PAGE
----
By Herb Meeker
News Report Staff
Yes, it’s been a wet June. But how wet?
The rainfall for the Effingham County weather observer totaled 8.26 inches through June 27, based on figures confirmed by National Weather Service meteorologist Zach Hiris on Friday. The observer lives three miles southwest of Effingham.
Most of that total came down at a drenching rate in two days last month — 2 inches on June 11 and 3.86 inches on June 12. But rainfall was pretty steady throughout the month for the county, said Hiris, who works at the Lincoln National Weather Service center.
“The Effingham County station recorded precipitation on 15 of 27 days in June. But there were only two days with one inch or more of rainfall,” the meteorologist said.
Not surprisingly, June went out wet Sunday night with a heavy rainfall that eventually accumulated an inch or more in rain gauges.
June proved a wet month across much of Illinois, especially in the north. Hiris noted Rockford had received 14 inches up to the last weekend of June.
“There was not as much rain for us downstate as in northern Illinois,” he said.
Statewide, the average rainfall for June has been 4.09 inches over several years. Obviously, that total has been surpassed, but he could not cite the June 2018 totals as a record for the state.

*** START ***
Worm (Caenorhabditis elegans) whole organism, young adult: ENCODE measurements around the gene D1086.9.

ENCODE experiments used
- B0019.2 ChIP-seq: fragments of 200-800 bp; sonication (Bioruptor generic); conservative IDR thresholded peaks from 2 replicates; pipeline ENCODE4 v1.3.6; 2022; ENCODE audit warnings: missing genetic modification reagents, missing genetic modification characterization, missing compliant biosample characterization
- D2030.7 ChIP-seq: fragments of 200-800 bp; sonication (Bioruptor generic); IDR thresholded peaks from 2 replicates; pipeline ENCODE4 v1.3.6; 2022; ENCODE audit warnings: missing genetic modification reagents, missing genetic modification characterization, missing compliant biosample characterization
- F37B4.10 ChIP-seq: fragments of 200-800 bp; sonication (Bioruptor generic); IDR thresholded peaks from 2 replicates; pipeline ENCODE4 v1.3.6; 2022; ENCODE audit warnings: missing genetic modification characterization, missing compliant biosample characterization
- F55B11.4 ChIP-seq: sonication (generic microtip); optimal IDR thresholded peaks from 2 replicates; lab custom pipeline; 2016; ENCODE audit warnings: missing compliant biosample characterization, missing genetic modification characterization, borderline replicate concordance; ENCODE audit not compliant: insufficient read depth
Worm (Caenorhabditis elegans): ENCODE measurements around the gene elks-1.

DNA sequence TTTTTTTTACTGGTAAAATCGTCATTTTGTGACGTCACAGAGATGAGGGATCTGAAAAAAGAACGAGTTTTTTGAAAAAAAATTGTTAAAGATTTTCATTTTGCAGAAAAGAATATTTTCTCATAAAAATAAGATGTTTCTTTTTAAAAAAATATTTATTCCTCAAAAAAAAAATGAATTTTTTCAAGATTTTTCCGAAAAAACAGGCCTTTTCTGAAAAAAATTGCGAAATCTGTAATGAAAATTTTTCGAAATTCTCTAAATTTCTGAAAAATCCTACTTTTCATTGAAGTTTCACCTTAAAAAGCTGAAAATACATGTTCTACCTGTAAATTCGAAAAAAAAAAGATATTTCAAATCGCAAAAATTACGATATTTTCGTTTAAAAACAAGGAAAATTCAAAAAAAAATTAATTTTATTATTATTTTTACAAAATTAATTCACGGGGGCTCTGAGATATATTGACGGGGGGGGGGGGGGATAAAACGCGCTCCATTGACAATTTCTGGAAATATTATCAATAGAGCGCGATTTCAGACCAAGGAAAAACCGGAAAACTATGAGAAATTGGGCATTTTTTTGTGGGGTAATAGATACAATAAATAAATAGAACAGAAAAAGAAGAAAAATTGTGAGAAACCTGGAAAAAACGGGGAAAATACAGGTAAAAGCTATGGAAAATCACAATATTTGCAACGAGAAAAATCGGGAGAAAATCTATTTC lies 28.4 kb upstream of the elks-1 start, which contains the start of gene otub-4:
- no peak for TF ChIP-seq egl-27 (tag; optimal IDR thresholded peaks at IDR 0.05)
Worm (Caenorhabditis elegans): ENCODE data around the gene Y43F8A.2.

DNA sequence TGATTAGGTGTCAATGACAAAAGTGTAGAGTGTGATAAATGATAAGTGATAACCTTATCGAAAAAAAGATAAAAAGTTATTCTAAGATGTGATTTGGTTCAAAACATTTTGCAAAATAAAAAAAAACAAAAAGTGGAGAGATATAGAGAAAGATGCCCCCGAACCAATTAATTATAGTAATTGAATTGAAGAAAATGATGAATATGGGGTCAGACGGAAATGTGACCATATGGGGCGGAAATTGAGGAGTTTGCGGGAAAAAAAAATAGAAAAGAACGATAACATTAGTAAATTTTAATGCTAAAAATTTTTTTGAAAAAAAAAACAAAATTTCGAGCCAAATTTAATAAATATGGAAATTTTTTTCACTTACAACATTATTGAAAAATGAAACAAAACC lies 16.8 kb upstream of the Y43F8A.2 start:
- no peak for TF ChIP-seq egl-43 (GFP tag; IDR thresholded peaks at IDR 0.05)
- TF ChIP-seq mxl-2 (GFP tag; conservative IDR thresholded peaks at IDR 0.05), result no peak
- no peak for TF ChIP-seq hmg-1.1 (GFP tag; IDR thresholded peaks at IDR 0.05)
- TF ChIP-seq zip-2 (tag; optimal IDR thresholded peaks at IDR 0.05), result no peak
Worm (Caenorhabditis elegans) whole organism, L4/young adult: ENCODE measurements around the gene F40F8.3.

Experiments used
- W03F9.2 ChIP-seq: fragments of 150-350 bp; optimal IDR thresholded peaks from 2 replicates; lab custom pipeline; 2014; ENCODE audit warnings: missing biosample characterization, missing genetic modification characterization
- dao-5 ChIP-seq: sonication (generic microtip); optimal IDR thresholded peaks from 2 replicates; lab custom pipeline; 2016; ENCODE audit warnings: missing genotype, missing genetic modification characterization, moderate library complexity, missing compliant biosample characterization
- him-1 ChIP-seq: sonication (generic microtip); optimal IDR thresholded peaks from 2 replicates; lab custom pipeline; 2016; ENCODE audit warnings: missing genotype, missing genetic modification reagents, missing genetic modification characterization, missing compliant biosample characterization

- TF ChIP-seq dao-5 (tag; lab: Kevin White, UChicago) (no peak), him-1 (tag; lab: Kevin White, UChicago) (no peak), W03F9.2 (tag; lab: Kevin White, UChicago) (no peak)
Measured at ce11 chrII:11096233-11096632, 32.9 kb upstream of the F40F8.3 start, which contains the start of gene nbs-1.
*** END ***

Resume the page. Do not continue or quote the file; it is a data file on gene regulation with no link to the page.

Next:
The constant rain might have dampened some ballgames and family cookouts, but farmers are encouraged by the abundance of moisture at a critical time for crop growth.
“Most corn is tasseling. We’re approaching the time when there is the highest demand for water in the fields. And it is unlikely we’ll run out of soil moisture reserves before pollination,” said Talon Becker, a commercial agriculture educator with the University of Illinois Extension Service.
Becker said an inch of rain every few days is welcomed during this part of the growing season for corn. It helps with grain development.
But heavy rainfall, even in June, can produce setbacks with standing water in less porous soil. This can lead to underdeveloped root systems or a greater risk of plant diseases, Becker said.
These could tamper with crop yields down the road for both corn and soybeans. The steady rainfall also slowed down the wheat harvest in some counties, he said. Still, a recent survey of wheat fields in the south part of the state showed only slight effects on wheat yields for the most part – no more than 2 bushels per acre.
“The wheat yield estimate is higher from last year,” Becker said.
Another advantage from this year’s wet season is temperatures have not dropped considerably.
“One thing on the up side of this season is we’ve been fairly high on temperatures,” Becker said.
But the recent days with heat readings over 100 degrees could hurt the crops in the long run. Farmers are hoping the “steam bath” days don’t dominate the calendar in July.
So June helped put local farmers ahead in the game. Now, they hope Mother Nature doesn’t pull some twists and turns that could cut back on yields when the season ends.